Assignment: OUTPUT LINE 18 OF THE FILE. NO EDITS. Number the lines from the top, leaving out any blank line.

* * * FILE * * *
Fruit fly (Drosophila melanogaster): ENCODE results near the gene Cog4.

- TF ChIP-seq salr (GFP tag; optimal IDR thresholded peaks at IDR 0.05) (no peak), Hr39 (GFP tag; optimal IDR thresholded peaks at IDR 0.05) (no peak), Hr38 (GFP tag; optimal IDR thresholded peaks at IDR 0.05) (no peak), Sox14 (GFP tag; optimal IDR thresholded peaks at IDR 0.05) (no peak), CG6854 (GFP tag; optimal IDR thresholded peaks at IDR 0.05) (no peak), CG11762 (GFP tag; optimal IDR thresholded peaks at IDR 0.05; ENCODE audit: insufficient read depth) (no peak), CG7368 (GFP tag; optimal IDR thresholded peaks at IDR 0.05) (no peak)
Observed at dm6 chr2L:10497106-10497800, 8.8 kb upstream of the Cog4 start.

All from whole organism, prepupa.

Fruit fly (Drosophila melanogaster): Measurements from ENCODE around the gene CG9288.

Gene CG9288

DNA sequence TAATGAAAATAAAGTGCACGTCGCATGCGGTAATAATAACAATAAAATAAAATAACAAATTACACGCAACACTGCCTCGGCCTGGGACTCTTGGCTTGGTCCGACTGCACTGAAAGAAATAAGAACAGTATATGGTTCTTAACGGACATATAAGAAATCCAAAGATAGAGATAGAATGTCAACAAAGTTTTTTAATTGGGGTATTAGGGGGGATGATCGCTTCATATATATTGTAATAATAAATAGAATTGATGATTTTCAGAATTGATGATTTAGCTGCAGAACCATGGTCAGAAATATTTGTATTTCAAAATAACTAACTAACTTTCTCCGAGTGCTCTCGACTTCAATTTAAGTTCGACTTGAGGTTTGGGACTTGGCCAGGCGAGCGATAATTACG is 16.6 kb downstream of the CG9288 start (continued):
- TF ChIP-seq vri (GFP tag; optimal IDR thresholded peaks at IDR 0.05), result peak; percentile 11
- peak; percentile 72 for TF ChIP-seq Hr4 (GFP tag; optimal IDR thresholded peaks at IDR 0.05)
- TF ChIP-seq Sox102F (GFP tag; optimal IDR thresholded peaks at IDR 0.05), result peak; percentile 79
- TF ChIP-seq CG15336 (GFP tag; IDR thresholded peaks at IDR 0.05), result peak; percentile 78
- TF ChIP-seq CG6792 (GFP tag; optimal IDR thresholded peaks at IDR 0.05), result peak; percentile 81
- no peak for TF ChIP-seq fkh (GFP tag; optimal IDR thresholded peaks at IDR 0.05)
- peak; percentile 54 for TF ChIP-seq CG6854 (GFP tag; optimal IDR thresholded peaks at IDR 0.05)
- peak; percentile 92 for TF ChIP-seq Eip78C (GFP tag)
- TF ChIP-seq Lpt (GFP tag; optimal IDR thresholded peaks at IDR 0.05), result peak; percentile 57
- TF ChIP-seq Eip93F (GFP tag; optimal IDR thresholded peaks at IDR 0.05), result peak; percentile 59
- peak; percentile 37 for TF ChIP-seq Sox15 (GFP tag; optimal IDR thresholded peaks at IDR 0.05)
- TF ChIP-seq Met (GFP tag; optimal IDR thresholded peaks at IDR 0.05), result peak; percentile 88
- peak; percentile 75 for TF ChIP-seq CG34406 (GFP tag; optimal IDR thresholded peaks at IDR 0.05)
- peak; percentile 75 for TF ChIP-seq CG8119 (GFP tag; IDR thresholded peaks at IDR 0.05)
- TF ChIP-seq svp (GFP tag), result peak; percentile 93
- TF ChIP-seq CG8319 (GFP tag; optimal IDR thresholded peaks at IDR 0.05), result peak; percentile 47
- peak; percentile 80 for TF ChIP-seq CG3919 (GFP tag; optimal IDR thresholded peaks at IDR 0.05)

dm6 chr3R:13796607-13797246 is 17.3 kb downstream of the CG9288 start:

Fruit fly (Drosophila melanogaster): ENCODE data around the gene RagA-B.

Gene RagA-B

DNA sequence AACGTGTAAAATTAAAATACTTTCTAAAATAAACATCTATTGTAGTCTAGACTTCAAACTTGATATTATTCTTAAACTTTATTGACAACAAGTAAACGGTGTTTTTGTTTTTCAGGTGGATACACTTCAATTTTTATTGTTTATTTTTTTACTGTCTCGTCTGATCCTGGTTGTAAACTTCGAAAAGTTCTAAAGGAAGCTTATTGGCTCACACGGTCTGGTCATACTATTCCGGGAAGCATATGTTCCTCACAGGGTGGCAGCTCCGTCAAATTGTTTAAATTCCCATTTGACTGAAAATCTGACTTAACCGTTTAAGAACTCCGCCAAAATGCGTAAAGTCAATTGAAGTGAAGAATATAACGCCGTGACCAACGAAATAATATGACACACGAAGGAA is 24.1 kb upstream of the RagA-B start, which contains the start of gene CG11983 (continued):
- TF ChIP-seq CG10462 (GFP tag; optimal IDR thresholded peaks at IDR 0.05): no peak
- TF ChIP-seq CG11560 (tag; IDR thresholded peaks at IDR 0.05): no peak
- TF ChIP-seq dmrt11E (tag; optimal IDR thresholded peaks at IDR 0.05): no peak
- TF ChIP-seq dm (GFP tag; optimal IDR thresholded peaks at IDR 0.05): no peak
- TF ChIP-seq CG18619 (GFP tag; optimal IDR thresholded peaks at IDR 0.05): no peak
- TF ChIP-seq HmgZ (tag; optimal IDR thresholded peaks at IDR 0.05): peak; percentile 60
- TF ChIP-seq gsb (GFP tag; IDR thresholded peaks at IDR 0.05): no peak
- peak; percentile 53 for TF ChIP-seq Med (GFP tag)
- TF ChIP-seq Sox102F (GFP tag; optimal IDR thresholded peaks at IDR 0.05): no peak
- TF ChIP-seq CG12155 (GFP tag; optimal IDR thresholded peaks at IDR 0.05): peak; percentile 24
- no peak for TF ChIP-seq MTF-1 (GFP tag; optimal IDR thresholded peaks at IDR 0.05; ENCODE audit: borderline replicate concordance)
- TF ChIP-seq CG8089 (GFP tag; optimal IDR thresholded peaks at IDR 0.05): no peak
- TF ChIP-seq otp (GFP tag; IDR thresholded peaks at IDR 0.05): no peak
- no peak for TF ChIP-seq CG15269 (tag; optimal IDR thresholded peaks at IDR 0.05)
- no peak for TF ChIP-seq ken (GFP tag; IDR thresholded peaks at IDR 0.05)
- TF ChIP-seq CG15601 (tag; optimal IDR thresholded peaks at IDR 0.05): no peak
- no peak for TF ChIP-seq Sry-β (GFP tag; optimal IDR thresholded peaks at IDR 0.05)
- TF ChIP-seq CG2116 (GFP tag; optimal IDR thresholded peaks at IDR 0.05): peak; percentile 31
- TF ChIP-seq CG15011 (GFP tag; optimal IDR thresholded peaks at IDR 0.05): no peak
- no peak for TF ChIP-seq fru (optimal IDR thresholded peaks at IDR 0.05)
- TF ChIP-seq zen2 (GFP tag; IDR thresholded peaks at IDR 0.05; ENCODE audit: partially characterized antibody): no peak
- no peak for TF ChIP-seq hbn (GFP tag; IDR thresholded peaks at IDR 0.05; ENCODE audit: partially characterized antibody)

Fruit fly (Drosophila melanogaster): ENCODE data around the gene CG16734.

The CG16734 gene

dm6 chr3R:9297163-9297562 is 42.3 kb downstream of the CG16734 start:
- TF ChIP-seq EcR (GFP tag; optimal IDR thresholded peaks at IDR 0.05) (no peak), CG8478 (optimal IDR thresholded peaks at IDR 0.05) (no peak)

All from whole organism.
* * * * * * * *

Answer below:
- peak; percentile 37 for TF ChIP-seq Sox15 (GFP tag; optimal IDR thresholded peaks at IDR 0.05)